How to improve written communication skills in the workplace

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Written communication skills can be a challenge. One that is also easily overlooked. This topic first came up to me when I worked with nonprofits. United Way offered the 2-1-1 phone service. People call in with questions, talk to somebody and get answers. Verbally.

It was suggested that perhaps the service should be expanded to text-based communication. That sounds great but the skills to have a verbal conversation are different from having excellent written communication skills. Today, United Way does offer a text-based chat that appears to be handled by certain United Way offices.

Text your ZIP code to 898211, and the proper United Way will respond to your questions.

I’m glad that United Way has added that feature and I would say that consumers as a whole expect to be able to chat with companies and organizations that way. But that means employees communicating that way need to have the right skills.

What are good written communication skills?

Good written communication skills hit the right level:

  • clarity
  • tone
  • understand that all that needs to come through in the written word.

The person we talk to can’t see your body language or hear your voice’s inflection and tone. So all that somehow has to come through via the written word.

Why is some written communication so bad?

Some reasons that come to mind are that the writer doesn’t:

  • understand how it sounds
  • care how it sounds
  • get the proper coaching
  • listen to feedback
  • speak the language natively and/or do not understand the subtleties

Sometimes, whoever is communicating in writing aims to get their thoughts out instead of influencing or communicating well with the recipient.

Think of when people rant online. Is their point really to share something valuable? Or are they just venting?

When talking to customers online, is your goal to win the argument and be right or to try to understand and be helpful?

Sometimes, these less-than-useful goals aren’t even deliberate. Instead, people end up in them because they get caught up in the moment.

Who should care about written communication?

This article was prompted by some customer service chats I had. Chatbot customer support is becoming more and more of a thing. And waiting for a chatbot customer support agent to get back to me is much less annoying than being on hold on the phone with some crappy hold music.

In reality, anyone who communicates with anyone else through the written word should work on their communication skills in that channel.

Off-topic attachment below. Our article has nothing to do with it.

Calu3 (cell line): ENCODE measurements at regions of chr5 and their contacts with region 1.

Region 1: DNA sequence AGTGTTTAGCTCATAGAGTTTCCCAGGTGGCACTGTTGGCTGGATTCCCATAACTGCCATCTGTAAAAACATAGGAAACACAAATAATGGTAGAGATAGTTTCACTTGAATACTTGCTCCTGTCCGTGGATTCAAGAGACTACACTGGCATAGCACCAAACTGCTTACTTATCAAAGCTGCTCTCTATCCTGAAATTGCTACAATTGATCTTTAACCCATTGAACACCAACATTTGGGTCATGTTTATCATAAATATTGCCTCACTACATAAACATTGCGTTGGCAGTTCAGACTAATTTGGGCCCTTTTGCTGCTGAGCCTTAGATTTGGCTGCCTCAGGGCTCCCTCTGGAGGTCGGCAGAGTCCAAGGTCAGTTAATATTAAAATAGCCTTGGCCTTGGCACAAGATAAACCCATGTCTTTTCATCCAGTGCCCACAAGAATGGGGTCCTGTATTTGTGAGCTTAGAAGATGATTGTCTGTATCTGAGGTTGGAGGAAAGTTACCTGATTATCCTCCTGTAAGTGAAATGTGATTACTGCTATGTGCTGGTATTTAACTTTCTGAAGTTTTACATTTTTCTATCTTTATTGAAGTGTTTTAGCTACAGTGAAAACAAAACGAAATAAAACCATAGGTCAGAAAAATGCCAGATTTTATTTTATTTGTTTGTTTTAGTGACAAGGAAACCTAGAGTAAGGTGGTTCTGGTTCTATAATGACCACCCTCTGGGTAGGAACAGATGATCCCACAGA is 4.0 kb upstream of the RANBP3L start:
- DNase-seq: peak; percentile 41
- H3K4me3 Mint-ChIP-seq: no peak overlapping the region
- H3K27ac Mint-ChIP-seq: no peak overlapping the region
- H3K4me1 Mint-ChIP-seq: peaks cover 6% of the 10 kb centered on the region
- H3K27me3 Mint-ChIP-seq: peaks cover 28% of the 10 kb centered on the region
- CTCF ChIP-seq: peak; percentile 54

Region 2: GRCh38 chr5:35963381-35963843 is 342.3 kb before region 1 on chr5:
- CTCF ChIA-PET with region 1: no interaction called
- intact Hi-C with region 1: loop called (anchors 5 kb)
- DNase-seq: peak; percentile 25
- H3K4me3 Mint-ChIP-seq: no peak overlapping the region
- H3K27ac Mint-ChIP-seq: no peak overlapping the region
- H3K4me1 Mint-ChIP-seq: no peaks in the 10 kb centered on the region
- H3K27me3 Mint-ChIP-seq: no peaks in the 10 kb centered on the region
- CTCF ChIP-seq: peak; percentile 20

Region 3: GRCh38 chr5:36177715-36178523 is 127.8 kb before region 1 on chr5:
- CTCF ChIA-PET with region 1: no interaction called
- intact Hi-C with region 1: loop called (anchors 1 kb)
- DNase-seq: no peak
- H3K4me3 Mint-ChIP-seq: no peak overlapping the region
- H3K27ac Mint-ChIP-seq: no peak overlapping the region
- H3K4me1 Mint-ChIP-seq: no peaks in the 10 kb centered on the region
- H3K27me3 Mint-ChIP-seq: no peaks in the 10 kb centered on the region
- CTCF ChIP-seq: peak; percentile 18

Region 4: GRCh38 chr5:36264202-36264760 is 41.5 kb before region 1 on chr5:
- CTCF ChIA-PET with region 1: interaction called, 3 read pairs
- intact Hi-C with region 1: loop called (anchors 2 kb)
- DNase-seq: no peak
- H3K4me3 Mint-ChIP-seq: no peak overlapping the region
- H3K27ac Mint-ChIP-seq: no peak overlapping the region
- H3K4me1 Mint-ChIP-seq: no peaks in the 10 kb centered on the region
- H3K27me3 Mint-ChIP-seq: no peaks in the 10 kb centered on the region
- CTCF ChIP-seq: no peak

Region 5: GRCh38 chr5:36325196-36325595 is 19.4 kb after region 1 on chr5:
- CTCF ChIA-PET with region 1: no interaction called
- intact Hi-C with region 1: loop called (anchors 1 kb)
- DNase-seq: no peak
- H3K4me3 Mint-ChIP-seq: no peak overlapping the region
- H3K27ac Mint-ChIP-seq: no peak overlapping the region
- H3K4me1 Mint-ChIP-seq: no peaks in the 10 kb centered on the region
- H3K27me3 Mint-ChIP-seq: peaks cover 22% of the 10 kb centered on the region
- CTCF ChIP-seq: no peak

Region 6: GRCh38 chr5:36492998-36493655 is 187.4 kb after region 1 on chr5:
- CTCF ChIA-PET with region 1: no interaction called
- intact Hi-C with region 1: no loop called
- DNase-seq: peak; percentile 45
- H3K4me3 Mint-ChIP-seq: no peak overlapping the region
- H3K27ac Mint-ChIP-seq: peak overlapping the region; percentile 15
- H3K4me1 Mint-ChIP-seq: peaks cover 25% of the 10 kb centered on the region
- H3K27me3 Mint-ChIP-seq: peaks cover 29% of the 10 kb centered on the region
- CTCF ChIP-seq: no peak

Steps to improve written communications

Years ago, at times, I would run important emails by somebody else for a second set of eyes. That’s still a good idea, though it is sometimes not feasible.

Also, keep in mind that you might have to think about what somebody’s feedback is saying. For example, somebody once told me that an email was straightforward. Okay. Noted. But what was the point of the email? Was it supposed to be direct and to the point? Or was it supposed to do something else?

Read next: Why your email domain must have a working website behind it

Here are steps to improve your written communication.

Embrace Feedback as Growth

Just like with any skill, excellent written communication takes time and effort to develop. Be open to constructive criticism and feedback from others as an opportunity for growth rather than letting it discourage you. Implement suggestions from colleagues and managers on how you can strengthen your writing. Their insights allow you to see blindspots and make improvements.

Over time, as you continually apply feedback, you’ll notice writing becomes second nature. Don’t see it as reflecting poorly on you but as part of the journey to excel.

Seek Assistance from Others

Enhance your abilities by seeking out help from others. Ask a manager or colleague whose writing you admire to review important communications before sending. Their fresh eyes can catch things you may overlook from staring at a document too long.

Also, proactively request their advice on areas you can improve. People are usually happy to coach. Apply their wisdom to level up quickly. Down the road, when your skills are strong, pay it forward by mentoring new hires.

Make Writing a Consistent Habit

Like playing an instrument, excellent writing takes regular practice. Set aside dedicated time each day to write, even informally.